Transformation without a Blueprint
MA at Photography & Society

In times of proliferating global crises (climate emergency, dwindling biodiversity, refugee crisis, Covid-19, the Russian war against Ukraine, the conflict in the Middle East), I am grappling with a personal health crisis that also feels existential. For seven years I have been unable to find the cause or right treatment for my intestinal problems. Throughout these years, doctors regularly confronted me with the fact that, based on a variety of tests and according to the measurable data, I was healthy. Yet, my body was telling me something completely different.

Since the onset of an inexplicable sense of numbness in my body, I have been forced to discover on my own how to feel better. Photography has since been part of this search. Its omnipresence in our everyday lives and its seductive possibility to make a claim on reality have likely led me to choose it as my favourite tool. I consider the medium as a symptomatic lens for our society’s strong belief in the visible, the things we can measure and count, and its striving to control the world rationally and technically.

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In the story of separation, we live in, nature had to be turned into dead goods, into an object to dominate it. At the same time in modern western societies everything we can count and measure has a higher reality status. What we feel has been devalued as pure subjectivity.
But maybe deep inside of us we can feel our interdependencies. That’s why we often bury our violent acts against other
beings and everything connected to it in the dark.
We don’t want to feel the pain. Isn’t this pain an indicator, just like all of our feeling are, for a connection? Can we find a way to listen to them as an act of change?
My images illustrate a research on the dialectic of the separation and fascination for
other life on this planet.

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A family has to flee Afghanistan and is subjected to the complicated asylum procedure in the EU. After five five years living in Germany with his son father Mohammad achieves a ban on deportation. This is needed to try to get his wife and the second son to live with him. With this he tries to get his wife and the second son to live with him. When he travels to Iran to get the marriage certificate required for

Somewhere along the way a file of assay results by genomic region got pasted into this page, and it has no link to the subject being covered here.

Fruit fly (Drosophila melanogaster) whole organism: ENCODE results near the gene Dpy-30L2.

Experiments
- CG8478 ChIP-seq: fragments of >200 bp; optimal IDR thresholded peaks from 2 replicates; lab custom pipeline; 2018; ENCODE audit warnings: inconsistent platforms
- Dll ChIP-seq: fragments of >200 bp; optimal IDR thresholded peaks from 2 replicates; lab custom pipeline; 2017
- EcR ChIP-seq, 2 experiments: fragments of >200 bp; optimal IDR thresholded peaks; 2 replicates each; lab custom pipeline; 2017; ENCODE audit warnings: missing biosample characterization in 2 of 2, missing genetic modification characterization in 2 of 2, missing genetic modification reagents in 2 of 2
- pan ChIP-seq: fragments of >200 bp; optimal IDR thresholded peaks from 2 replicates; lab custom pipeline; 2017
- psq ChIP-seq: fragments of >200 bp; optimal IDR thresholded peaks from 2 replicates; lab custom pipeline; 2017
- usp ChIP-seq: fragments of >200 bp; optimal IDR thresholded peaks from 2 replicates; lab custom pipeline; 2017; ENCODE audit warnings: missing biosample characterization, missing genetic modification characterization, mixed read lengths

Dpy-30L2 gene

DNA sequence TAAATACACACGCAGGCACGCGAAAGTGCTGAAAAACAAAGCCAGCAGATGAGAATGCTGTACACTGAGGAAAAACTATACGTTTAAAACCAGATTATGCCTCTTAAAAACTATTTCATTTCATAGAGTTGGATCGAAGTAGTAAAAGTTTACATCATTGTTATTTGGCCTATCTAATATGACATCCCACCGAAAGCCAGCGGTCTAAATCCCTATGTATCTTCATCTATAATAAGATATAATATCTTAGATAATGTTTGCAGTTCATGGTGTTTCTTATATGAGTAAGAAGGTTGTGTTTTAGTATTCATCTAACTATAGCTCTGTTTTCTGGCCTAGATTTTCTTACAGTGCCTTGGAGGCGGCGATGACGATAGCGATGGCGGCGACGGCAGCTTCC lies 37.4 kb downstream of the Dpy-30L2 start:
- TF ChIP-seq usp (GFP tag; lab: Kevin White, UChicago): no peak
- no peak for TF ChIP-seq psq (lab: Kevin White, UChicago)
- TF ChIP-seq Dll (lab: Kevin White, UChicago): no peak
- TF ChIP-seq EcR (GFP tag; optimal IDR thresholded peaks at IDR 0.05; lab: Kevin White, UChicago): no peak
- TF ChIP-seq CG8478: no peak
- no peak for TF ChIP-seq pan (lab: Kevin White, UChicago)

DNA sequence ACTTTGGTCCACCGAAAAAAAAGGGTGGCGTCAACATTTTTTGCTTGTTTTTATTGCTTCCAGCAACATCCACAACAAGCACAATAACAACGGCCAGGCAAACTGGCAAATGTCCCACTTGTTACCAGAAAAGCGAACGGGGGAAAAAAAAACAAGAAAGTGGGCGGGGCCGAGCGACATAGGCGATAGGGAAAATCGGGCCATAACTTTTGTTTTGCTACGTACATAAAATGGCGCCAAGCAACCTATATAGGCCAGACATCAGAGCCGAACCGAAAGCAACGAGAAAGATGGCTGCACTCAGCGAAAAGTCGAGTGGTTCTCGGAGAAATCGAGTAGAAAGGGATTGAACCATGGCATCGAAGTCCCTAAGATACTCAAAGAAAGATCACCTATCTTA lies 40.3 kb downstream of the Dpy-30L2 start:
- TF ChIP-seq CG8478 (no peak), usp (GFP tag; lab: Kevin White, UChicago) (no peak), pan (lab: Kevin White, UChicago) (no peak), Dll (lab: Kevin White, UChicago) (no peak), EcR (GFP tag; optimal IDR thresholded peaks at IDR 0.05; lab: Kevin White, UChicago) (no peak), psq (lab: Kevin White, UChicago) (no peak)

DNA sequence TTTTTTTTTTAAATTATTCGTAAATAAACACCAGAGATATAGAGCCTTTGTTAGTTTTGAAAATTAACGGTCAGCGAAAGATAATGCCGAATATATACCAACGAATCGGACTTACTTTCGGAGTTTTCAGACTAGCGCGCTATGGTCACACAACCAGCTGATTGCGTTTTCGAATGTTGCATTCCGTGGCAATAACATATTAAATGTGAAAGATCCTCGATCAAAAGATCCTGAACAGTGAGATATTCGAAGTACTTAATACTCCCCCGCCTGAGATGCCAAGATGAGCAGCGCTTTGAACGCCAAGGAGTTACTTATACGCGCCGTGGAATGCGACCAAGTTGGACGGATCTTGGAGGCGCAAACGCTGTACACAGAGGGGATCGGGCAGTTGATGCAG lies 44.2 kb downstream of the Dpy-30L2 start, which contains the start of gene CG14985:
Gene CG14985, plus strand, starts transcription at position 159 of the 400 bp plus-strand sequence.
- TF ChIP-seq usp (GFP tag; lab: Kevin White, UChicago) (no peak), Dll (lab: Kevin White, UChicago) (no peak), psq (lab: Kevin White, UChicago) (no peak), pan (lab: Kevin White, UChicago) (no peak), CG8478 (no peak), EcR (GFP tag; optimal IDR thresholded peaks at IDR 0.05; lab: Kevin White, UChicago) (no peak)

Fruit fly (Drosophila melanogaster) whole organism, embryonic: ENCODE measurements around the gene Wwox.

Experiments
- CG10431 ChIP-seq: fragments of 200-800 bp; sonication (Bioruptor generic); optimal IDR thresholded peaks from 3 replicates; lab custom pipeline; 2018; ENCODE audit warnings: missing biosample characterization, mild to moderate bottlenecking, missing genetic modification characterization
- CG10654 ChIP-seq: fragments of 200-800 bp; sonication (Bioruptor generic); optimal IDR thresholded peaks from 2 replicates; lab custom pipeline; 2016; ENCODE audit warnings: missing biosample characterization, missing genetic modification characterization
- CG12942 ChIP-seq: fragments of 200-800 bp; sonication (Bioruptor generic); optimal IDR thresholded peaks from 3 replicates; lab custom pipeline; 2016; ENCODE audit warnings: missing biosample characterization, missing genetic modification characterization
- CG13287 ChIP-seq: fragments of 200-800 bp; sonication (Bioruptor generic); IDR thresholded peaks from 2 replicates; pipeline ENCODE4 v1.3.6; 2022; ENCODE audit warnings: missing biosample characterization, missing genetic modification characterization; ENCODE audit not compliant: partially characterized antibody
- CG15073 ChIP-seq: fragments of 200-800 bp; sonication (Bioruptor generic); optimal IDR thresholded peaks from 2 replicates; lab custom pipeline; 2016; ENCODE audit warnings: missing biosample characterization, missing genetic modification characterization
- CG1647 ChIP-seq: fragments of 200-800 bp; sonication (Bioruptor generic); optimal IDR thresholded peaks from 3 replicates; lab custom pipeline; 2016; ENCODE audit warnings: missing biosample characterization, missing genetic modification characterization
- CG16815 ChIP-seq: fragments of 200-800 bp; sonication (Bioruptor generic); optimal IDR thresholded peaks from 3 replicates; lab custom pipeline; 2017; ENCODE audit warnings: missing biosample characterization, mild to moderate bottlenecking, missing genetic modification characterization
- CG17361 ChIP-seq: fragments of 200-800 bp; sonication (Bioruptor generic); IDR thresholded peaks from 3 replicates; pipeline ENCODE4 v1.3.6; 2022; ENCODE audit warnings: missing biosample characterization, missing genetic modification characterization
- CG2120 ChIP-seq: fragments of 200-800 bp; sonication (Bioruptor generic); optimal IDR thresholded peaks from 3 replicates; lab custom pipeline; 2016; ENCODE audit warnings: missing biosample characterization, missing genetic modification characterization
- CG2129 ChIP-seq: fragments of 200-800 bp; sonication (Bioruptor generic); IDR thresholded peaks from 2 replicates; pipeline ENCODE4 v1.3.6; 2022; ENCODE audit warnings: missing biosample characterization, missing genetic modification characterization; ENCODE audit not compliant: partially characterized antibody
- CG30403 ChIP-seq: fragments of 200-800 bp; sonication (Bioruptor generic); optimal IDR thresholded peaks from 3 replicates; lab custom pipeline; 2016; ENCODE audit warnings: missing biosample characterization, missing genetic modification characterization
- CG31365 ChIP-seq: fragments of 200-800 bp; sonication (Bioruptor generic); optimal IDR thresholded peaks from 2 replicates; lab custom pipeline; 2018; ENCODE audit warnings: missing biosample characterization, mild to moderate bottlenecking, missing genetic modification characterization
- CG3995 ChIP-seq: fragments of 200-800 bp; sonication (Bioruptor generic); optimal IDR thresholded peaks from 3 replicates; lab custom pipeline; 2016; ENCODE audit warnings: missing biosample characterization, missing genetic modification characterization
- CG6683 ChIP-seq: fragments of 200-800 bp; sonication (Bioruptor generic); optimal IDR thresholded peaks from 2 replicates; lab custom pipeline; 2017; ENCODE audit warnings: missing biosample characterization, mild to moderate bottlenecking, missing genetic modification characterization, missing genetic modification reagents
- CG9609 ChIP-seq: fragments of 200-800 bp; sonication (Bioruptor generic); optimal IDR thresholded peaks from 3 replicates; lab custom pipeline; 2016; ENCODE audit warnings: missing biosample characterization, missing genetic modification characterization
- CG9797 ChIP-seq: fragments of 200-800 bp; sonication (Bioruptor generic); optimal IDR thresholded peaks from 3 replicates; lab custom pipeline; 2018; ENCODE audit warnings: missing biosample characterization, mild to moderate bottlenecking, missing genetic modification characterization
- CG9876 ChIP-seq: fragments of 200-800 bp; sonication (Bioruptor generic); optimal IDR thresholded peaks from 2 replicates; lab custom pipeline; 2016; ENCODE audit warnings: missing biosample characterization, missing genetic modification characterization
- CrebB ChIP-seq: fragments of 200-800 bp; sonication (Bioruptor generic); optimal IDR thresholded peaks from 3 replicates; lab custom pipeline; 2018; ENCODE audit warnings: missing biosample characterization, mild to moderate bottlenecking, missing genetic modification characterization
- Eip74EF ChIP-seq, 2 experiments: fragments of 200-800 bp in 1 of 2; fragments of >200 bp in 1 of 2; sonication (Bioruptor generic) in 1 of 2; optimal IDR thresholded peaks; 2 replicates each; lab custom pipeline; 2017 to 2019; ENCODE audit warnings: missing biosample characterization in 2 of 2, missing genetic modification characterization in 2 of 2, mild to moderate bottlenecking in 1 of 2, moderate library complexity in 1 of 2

this, he loses his passport. At the Afghan embassy he is told that it can take up to six months to get a new passport. But since he has to go back to his son in Germany, in the end he has no other option than to make it a second time across the Mediterranean to Europe with his family. They end up in the Moria camp on Lesbos... 

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In 2016, the sociologist Hartmut Rosa put forward the thesis in his book „Resonanz - Eine Sozilogie der Weltbeziehungen“ (Resonance - A Sociology of the relationship to the world) that mankind has a fundamental need for a response relationship („resonance“) with the world. He sees the society of the modern age, which is looking for control, security and

economic efficiency, as a society that is becoming increasingly less “resonant“ and also tries to make resonance available on all possible levels.
The resonance that can be experienced in community is particularly romanticized. With the industrial revolution the dependence of the individual on communities such as family, religion or village community has...
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